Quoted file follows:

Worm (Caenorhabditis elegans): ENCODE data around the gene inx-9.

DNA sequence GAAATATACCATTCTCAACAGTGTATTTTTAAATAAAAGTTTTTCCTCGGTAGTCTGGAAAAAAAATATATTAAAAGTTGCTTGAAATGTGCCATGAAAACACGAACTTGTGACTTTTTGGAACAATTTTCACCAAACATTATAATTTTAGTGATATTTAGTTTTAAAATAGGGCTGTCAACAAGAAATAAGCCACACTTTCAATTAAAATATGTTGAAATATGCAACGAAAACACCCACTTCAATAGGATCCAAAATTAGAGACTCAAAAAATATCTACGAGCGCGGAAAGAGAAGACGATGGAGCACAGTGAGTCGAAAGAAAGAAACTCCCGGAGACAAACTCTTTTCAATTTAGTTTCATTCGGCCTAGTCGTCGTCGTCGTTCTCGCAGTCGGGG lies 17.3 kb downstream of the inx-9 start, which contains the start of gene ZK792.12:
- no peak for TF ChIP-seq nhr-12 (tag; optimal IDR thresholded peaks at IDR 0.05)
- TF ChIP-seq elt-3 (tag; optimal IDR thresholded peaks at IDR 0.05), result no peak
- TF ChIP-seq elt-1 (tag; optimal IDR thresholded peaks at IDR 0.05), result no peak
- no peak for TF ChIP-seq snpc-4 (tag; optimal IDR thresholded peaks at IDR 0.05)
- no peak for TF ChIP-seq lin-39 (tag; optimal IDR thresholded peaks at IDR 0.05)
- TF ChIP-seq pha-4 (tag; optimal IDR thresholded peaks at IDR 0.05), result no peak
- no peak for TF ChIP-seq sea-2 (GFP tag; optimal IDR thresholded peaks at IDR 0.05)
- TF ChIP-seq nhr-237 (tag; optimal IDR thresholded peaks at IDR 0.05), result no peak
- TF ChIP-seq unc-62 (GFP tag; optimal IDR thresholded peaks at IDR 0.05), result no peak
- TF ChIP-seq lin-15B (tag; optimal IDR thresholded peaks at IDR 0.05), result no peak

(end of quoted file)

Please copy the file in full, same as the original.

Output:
Worm (Caenorhabditis elegans): ENCODE data around the gene inx-9.

DNA sequence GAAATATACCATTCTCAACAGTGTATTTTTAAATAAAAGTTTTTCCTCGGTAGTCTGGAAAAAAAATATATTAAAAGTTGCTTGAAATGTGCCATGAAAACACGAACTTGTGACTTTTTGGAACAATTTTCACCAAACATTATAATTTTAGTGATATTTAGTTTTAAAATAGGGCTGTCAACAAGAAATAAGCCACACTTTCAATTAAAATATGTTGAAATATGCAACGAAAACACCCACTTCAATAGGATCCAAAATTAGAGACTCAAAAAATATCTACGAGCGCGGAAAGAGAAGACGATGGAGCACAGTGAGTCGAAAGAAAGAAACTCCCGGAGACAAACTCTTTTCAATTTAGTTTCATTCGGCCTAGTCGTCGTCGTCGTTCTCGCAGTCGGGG lies 17.3 kb downstream of the inx-9 start, which contains the start of gene ZK792.12:
- no peak for TF ChIP-seq nhr-12 (tag; optimal IDR thresholded peaks at IDR 0.05)
- TF ChIP-seq elt-3 (tag; optimal IDR thresholded peaks at IDR 0.05), result no peak
- TF ChIP-seq elt-1 (tag; optimal IDR thresholded peaks at IDR 0.05), result no peak
- no peak for TF ChIP-seq snpc-4 (tag; optimal IDR thresholded peaks at IDR 0.05)
- no peak for TF ChIP-seq lin-39 (tag; optimal IDR thresholded peaks at IDR 0.05)
- TF ChIP-seq pha-4 (tag; optimal IDR thresholded peaks at IDR 0.05), result no peak
- no peak for TF ChIP-seq sea-2 (GFP tag; optimal IDR thresholded peaks at IDR 0.05)
- TF ChIP-seq nhr-237 (tag; optimal IDR thresholded peaks at IDR 0.05), result no peak
- TF ChIP-seq unc-62 (GFP tag; optimal IDR thresholded peaks at IDR 0.05), result no peak
- TF ChIP-seq lin-15B (tag; optimal IDR thresholded peaks at IDR 0.05), result no peak